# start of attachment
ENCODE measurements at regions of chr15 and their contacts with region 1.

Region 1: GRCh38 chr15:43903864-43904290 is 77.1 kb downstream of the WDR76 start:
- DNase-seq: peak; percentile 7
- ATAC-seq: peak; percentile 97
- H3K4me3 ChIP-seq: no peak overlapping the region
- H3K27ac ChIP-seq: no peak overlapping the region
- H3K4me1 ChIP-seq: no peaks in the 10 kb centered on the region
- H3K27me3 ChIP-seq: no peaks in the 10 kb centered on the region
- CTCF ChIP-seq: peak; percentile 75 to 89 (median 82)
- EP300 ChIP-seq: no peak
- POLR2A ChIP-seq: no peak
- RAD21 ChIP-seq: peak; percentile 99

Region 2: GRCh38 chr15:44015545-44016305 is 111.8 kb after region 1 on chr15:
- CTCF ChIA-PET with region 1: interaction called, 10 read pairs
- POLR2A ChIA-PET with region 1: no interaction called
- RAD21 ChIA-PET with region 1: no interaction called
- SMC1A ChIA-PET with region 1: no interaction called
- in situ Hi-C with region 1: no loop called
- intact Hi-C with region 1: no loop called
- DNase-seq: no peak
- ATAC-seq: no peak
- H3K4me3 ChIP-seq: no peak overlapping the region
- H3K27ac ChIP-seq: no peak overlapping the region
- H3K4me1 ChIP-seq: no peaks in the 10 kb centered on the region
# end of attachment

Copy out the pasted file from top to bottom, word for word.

ENCODE measurements at regions of chr15 and their contacts with region 1.

Region 1: GRCh38 chr15:43903864-43904290 is 77.1 kb downstream of the WDR76 start:
- DNase-seq: peak; percentile 7
- ATAC-seq: peak; percentile 97
- H3K4me3 ChIP-seq: no peak overlapping the region
- H3K27ac ChIP-seq: no peak overlapping the region
- H3K4me1 ChIP-seq: no peaks in the 10 kb centered on the region
- H3K27me3 ChIP-seq: no peaks in the 10 kb centered on the region
- CTCF ChIP-seq: peak; percentile 75 to 89 (median 82)
- EP300 ChIP-seq: no peak
- POLR2A ChIP-seq: no peak
- RAD21 ChIP-seq: peak; percentile 99

Region 2: GRCh38 chr15:44015545-44016305 is 111.8 kb after region 1 on chr15:
- CTCF ChIA-PET with region 1: interaction called, 10 read pairs
- POLR2A ChIA-PET with region 1: no interaction called
- RAD21 ChIA-PET with region 1: no interaction called
- SMC1A ChIA-PET with region 1: no interaction called
- in situ Hi-C with region 1: no loop called
- intact Hi-C with region 1: no loop called
- DNase-seq: no peak
- ATAC-seq: no peak
- H3K4me3 ChIP-seq: no peak overlapping the region
- H3K27ac ChIP-seq: no peak overlapping the region
- H3K4me1 ChIP-seq: no peaks in the 10 kb centered on the region